4.2.4. Service provider quality requirement

Many service providers providing the same service could have different characteristics and quality (such as streaming rate, etc.). Service requesters could specify in their requests the quality of the service that they require using different attributes. In our proposed QoS-based service discovery technique, the quality attributes specified by a service request are handled at the elected RR leader. After the reception of all the local service replies from RRs inside the RI, the leader RR can determine the appropriate service provider that meets all the quality attributes defined by the service requester while maintaining the load balancing on service providers.

4.2.5. Intermediate components quality requirement

The intermediate components (RRs and links) between a service provider and a service requester can have different characteristics and quality. A service requester could require a desired quality in the routing path to a service provider. In our QoS-based LocVSDP, we handle the requester requirement during the reply propagation and routing path generation phase. Only routing paths that satisfy the QoS requirements are geocast in the vehicular network and are returned to the service requester.

5. Proof of correctness

In the following, we prove the correctness and completeness of our proposed QoSLocVSDP. Before we proceed further, we present the following lemmas that prove that our proposed QoSLocVSDP guarantees the load balancing of service queries among service providers and RRs, and that our QoSLocVSDP satisfies the QoS requirements imposed by the service requester in the different road components.

In the rest of this section, we assume that a unique cluster of RRs can be formed inside a desired RI, because the radius of this latter should not be very extended in order to preserve the proximity of a service provider to the center of the RI.

Lemma 1. Load balancing on service providers inside the RI: Our QoSLocVSDP permits to balance the load on service providers while satisfying location-based service requests inside a predetermined RI.

Proof: Assuming that RRs inside RI are connected, when a service request reaches the RI, a unique spanning tree comprising the RRs inside RI is constructed. The root of the spanning tree is elected as the leader RR. This latter receives all the local reply messages from its children. A local reply message comprises the information of service providers satisfying the request. It includes also the load on the returned service providers. Since the unique elected leader RR_L inside the RI will receive all the local replies from RRs inside RI, it will be able to determine the appropriate less loaded service providers that satisfy the service request inside RI. The RR_L sends an aggregated service reply message to the service requester including the appropriate service providers sorted from the less loaded to the more loaded service provider. At the reception of the service reply message by the service requester, this latter will chose the less loaded service provider that satisfies other QoS requirements.

Lemma 2. Load balancing on RRs inside a predetermined RI: Our proposed QoSLocVSDP permits to balance the load on RRs while electing a leader in the RI specified by a service requester.

Proof: In order to balance the load of the RRs inside RI while processing the drivers' requests, an RR is elected again as leader in a predetermined RI only if all the RRs inside RI have been already elected as leaders. This is because in the proposed QoSLocVSDP, a leader RR is elected as leader if it has the smallest value of fakeDistanceRI when constructing the spanning tree for a specific request. In our proposed mechanism, once an RR inside RI is elected as leader and processes a driver's request, it increases the value of its fakeDistanceRI by the radius' value of RI. Thus, the previously elected leader RR will have the largest value of fakeDistanceRI in the next service request processing, and will not be elected as leader again until all the RRs inside RI are chosen as leader for different service requests in the same RI. Consequently, the load of service requests processing is balanced among the different RRs inside RI.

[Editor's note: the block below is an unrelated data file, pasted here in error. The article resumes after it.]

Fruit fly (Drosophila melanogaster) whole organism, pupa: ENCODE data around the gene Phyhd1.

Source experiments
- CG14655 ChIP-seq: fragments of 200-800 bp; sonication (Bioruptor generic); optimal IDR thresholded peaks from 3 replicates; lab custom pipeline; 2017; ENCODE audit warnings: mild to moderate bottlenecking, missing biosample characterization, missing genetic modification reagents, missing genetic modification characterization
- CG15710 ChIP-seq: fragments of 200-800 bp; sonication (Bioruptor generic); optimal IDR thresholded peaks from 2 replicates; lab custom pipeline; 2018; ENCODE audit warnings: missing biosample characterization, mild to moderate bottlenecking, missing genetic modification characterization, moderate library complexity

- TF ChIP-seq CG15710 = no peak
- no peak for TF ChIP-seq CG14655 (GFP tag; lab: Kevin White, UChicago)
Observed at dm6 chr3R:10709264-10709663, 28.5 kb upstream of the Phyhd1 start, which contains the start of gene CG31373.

Lemma 3. Load balancing on RRs in the routing path between the service requester and the service provider: Our QoSLocVSDP permits to balance the load of RRs in the routing path between a service provider and a service requester.

Proof: In the proposed QoSLocVSDP, the aggregated service reply message is geocast to the requesting vehicle. Thus, there are many paths that would be returned to the requester. An intermediate RR that receives the aggregated reply message more than once, forwards it only if the cumulated load of the routing path is less than a previously cumulated load through the current RR. The service requester receives the service reply message through multiple paths with indication of the cumulated load on each path. It chooses the less loaded path while taking into account other QoS requirements.

Lemma 4. QoS of a service provider: a driver requester can specify some QoS requirements in the eventual service provider that are included in the service request. The elected leader takes into account these requirements while generating the aggregated service reply.

Proof: In the proposed QoSLocVSDP only service providers with the appropriate QoS requirements are included in the aggregated reply message. Thus, the service requester will receive the service providers that satisfy the predetermined QoS requirements in the returned service reply message.

Lemma 5. QoS guarantee of road components between the service requester and the service provider: Our proposed QoSLocVSDP guarantees some QoS requirements in the routing path between the service provider and the service requester.